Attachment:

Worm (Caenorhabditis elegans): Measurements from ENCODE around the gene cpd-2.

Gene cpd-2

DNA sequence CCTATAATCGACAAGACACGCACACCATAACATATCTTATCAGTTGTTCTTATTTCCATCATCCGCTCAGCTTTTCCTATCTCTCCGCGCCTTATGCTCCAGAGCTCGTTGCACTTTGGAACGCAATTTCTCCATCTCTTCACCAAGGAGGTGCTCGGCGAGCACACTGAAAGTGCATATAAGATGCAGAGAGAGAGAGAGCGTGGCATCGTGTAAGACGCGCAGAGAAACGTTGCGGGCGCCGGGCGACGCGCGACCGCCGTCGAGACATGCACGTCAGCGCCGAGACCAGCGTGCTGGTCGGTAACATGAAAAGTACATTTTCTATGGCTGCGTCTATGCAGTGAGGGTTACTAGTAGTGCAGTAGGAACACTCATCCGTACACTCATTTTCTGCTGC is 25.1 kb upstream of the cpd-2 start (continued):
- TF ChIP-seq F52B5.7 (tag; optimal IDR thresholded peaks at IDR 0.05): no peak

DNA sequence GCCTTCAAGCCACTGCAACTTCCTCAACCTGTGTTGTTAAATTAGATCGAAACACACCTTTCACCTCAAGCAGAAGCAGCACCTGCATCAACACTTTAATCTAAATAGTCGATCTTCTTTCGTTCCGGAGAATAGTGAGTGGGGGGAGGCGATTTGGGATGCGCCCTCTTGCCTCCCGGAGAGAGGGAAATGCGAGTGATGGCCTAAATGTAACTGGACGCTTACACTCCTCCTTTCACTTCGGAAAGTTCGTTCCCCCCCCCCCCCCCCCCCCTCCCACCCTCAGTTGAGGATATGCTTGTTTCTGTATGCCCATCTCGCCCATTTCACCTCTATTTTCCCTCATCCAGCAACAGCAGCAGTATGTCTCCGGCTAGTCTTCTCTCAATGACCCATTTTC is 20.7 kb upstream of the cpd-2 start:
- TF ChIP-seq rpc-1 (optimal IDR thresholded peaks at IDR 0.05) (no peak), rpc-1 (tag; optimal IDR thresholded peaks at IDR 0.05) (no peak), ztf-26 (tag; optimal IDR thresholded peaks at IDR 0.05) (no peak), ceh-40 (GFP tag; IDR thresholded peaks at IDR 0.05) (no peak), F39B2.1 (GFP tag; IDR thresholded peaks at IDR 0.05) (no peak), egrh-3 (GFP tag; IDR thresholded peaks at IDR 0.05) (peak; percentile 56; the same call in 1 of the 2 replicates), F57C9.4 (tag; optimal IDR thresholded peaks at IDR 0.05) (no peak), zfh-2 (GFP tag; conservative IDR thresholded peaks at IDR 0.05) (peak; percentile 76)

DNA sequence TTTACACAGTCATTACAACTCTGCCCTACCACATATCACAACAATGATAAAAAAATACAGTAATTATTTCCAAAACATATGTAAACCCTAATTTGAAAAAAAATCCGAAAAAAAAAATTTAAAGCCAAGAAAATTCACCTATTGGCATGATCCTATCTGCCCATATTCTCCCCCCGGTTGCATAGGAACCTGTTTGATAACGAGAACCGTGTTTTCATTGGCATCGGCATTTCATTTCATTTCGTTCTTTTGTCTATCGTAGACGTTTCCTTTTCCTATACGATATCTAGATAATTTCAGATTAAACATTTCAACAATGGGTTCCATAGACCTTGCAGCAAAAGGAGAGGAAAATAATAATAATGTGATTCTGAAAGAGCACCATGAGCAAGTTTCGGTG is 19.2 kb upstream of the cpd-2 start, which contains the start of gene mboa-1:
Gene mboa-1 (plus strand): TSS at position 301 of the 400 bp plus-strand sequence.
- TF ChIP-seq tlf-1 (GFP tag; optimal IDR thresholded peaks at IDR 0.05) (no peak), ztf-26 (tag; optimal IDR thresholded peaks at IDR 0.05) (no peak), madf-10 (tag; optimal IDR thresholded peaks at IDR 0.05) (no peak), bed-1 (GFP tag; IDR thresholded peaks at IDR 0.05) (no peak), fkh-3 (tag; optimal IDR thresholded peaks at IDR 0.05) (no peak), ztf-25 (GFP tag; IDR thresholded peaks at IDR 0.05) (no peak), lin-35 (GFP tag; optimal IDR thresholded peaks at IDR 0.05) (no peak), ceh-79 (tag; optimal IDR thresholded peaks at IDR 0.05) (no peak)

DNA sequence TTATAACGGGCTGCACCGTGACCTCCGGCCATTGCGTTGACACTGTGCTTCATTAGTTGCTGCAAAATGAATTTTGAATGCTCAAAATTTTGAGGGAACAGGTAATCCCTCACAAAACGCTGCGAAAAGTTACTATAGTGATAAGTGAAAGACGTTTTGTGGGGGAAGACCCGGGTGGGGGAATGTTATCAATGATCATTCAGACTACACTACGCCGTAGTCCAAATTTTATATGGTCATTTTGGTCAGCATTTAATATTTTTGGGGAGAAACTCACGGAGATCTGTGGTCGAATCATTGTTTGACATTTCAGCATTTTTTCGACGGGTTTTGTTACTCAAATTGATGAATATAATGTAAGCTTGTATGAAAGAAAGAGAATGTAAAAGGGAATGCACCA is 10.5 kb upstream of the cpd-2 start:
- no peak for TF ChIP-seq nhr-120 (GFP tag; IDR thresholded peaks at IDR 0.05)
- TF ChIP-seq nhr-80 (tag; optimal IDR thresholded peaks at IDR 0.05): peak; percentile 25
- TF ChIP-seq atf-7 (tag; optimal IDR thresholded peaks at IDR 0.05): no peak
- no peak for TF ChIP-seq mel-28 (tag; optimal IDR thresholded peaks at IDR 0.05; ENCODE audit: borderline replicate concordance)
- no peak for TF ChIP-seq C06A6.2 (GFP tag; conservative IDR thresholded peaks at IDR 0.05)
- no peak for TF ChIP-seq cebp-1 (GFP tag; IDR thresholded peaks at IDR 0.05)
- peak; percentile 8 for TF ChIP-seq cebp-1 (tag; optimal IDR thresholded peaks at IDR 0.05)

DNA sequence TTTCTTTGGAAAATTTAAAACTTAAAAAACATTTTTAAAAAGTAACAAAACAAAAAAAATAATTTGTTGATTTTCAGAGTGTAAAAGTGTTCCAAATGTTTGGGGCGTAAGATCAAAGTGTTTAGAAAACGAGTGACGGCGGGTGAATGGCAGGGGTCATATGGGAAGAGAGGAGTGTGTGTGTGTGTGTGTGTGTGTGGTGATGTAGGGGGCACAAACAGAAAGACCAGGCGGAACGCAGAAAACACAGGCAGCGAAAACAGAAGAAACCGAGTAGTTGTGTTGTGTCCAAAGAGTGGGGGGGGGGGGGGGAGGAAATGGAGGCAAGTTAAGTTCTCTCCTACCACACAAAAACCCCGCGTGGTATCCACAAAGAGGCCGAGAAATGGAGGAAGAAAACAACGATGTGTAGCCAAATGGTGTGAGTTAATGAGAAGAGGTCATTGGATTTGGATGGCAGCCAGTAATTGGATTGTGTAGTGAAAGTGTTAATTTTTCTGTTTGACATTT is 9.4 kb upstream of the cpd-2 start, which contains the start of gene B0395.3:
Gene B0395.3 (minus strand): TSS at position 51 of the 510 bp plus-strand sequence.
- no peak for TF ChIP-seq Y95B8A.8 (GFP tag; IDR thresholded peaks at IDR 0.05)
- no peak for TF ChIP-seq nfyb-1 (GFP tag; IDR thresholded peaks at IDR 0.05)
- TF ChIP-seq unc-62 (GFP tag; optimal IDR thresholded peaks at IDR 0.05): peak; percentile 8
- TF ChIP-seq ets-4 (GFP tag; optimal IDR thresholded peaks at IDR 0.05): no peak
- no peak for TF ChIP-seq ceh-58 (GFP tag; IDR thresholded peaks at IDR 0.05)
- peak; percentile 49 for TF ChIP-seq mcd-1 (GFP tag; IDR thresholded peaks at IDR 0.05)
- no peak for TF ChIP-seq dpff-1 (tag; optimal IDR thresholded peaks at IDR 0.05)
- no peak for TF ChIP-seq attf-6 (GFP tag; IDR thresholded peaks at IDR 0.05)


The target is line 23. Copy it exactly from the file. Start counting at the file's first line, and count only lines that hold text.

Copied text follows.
- TF ChIP-seq ets-4 (GFP tag; optimal IDR thresholded peaks at IDR 0.05): no peak